1) Reduced Costs
The agile/scrum approach can lower the costs of a project because it makes the team more productive. It significantly reduces overhead which comes from having fewer potentially unnecessary documentation as well as control requirements.Feature bloat is reduced as well because the team works with an incremental development effort and requirements are prioritized.
With that approach, you will immediately know once the project starts to reach an area of diminishing returns. During this situation, the incremental value of features no longer exceeds the cost of incremental development.
2) Work Quality
Ensuring quality is one of the primary principles of scrum software development. Testing happens during every sprint, allowing you to conduct a routine inspection of the product as it goes through the development process. This lets the scrum team see any quality problems right away so they can make any necessary adjustments.
3) Customer Satisfaction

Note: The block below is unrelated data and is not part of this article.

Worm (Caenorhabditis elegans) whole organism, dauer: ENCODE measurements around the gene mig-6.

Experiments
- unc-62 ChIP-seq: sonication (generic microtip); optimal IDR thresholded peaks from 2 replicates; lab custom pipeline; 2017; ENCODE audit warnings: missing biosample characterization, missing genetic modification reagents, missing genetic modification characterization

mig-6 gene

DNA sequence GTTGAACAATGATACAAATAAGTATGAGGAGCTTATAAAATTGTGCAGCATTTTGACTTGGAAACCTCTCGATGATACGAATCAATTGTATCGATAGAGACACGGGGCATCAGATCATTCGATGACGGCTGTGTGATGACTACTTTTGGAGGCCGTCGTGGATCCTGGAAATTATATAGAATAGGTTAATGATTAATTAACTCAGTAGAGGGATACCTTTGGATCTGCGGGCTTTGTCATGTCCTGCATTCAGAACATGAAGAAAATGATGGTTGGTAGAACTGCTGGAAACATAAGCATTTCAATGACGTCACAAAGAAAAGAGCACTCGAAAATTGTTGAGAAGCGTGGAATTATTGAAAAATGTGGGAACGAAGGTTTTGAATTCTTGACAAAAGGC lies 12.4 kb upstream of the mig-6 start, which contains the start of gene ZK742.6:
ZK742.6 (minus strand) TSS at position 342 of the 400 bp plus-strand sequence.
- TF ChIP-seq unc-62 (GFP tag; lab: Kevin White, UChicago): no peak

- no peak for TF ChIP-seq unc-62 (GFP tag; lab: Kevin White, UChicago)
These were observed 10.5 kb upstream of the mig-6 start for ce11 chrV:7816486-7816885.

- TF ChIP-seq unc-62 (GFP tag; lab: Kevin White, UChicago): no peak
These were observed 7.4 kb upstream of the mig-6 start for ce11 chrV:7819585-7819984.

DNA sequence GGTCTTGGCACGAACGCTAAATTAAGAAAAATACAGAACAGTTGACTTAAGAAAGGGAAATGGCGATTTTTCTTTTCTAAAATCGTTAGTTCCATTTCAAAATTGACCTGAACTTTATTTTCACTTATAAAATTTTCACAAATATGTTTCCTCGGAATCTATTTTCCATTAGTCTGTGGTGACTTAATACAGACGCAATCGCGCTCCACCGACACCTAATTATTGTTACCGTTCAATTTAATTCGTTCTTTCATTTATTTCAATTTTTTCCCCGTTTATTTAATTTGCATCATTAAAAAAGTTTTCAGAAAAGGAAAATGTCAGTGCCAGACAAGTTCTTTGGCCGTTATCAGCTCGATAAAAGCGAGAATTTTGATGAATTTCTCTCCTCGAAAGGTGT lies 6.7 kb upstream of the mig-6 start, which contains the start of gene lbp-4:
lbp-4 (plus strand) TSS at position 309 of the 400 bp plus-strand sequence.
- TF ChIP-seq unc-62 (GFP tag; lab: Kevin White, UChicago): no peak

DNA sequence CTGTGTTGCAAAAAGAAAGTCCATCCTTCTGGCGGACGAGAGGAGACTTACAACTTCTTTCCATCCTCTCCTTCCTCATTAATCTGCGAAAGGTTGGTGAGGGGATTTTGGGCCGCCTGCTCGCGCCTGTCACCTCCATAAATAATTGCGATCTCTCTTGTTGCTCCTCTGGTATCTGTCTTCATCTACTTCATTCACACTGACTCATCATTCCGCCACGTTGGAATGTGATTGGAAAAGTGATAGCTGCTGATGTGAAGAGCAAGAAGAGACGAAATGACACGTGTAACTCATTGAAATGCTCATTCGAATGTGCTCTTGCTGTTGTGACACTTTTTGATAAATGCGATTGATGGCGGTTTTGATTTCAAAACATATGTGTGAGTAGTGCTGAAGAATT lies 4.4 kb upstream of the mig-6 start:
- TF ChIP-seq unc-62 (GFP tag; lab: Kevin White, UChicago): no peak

Agile project management with scrum requires the product owner’s active involvement. Because there is a high transparency of the project and progress, you can improve customer satisfaction and business engagement. This is an important thing for businesses as it often creates a much more enduring and positive working relationship with customers.
4) Less Risk
Small increments of working software are made visible to the scrum team and product owner during the development process. This helps them point out any risk right away and respond to them in a timely manner.
Scrum development offers a level of transparency that allows you to ensure that all required decisions are made at an ideal time while still making a substantial difference to the final product. The scrum team handles risks, and they review them regularly (usually included in the product backlog). This reduces the risk of project failure.
Change is always anticipated and accepted in agile development. Most of the time, the project has a fixed time period. As the development process goes on, detailed requirements arise and evolve.